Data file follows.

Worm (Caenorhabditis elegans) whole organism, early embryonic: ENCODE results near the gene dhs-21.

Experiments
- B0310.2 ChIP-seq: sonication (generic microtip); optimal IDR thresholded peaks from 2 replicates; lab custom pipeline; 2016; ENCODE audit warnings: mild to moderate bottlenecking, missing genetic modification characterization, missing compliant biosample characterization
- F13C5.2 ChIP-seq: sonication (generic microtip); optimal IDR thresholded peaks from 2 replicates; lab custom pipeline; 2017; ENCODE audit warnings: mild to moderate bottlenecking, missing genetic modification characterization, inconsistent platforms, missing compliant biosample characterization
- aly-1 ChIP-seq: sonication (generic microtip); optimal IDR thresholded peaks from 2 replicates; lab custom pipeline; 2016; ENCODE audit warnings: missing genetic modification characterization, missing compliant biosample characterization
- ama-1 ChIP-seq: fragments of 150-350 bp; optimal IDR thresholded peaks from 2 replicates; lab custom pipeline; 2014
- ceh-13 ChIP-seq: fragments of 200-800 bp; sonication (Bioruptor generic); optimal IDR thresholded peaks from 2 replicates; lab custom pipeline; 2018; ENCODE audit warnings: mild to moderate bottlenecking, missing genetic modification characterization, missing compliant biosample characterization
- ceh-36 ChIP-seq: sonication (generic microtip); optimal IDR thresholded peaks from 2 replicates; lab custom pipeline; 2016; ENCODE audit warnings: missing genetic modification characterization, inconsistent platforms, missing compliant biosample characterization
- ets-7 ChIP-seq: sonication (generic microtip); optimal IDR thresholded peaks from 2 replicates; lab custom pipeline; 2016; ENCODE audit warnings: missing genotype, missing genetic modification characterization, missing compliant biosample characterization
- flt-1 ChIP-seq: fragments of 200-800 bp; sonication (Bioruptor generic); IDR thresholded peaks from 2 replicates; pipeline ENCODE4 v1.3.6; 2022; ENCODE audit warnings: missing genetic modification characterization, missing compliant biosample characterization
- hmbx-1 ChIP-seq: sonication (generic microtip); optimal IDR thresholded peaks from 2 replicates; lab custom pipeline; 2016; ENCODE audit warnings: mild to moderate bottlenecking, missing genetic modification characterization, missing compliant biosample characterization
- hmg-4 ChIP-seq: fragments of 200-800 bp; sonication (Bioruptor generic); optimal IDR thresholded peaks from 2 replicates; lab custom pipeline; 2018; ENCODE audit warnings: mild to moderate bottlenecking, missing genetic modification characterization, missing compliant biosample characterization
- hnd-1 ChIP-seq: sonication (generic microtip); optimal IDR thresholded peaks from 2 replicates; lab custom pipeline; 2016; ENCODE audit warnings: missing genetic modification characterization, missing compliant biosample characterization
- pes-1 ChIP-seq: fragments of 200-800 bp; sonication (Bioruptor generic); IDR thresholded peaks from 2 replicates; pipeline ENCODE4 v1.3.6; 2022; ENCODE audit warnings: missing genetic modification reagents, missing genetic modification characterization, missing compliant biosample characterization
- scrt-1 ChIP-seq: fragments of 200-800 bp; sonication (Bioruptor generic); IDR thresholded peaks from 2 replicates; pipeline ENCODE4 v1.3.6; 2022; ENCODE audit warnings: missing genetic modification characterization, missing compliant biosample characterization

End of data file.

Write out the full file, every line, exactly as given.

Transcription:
Worm (Caenorhabditis elegans) whole organism, early embryonic: ENCODE results near the gene dhs-21.

Experiments
- B0310.2 ChIP-seq: sonication (generic microtip); optimal IDR thresholded peaks from 2 replicates; lab custom pipeline; 2016; ENCODE audit warnings: mild to moderate bottlenecking, missing genetic modification characterization, missing compliant biosample characterization
- F13C5.2 ChIP-seq: sonication (generic microtip); optimal IDR thresholded peaks from 2 replicates; lab custom pipeline; 2017; ENCODE audit warnings: mild to moderate bottlenecking, missing genetic modification characterization, inconsistent platforms, missing compliant biosample characterization
- aly-1 ChIP-seq: sonication (generic microtip); optimal IDR thresholded peaks from 2 replicates; lab custom pipeline; 2016; ENCODE audit warnings: missing genetic modification characterization, missing compliant biosample characterization
- ama-1 ChIP-seq: fragments of 150-350 bp; optimal IDR thresholded peaks from 2 replicates; lab custom pipeline; 2014
- ceh-13 ChIP-seq: fragments of 200-800 bp; sonication (Bioruptor generic); optimal IDR thresholded peaks from 2 replicates; lab custom pipeline; 2018; ENCODE audit warnings: mild to moderate bottlenecking, missing genetic modification characterization, missing compliant biosample characterization
- ceh-36 ChIP-seq: sonication (generic microtip); optimal IDR thresholded peaks from 2 replicates; lab custom pipeline; 2016; ENCODE audit warnings: missing genetic modification characterization, inconsistent platforms, missing compliant biosample characterization
- ets-7 ChIP-seq: sonication (generic microtip); optimal IDR thresholded peaks from 2 replicates; lab custom pipeline; 2016; ENCODE audit warnings: missing genotype, missing genetic modification characterization, missing compliant biosample characterization
- flt-1 ChIP-seq: fragments of 200-800 bp; sonication (Bioruptor generic); IDR thresholded peaks from 2 replicates; pipeline ENCODE4 v1.3.6; 2022; ENCODE audit warnings: missing genetic modification characterization, missing compliant biosample characterization
- hmbx-1 ChIP-seq: sonication (generic microtip); optimal IDR thresholded peaks from 2 replicates; lab custom pipeline; 2016; ENCODE audit warnings: mild to moderate bottlenecking, missing genetic modification characterization, missing compliant biosample characterization
- hmg-4 ChIP-seq: fragments of 200-800 bp; sonication (Bioruptor generic); optimal IDR thresholded peaks from 2 replicates; lab custom pipeline; 2018; ENCODE audit warnings: mild to moderate bottlenecking, missing genetic modification characterization, missing compliant biosample characterization
- hnd-1 ChIP-seq: sonication (generic microtip); optimal IDR thresholded peaks from 2 replicates; lab custom pipeline; 2016; ENCODE audit warnings: missing genetic modification characterization, missing compliant biosample characterization
- pes-1 ChIP-seq: fragments of 200-800 bp; sonication (Bioruptor generic); IDR thresholded peaks from 2 replicates; pipeline ENCODE4 v1.3.6; 2022; ENCODE audit warnings: missing genetic modification reagents, missing genetic modification characterization, missing compliant biosample characterization
- scrt-1 ChIP-seq: fragments of 200-800 bp; sonication (Bioruptor generic); IDR thresholded peaks from 2 replicates; pipeline ENCODE4 v1.3.6; 2022; ENCODE audit warnings: missing genetic modification characterization, missing compliant biosample characterization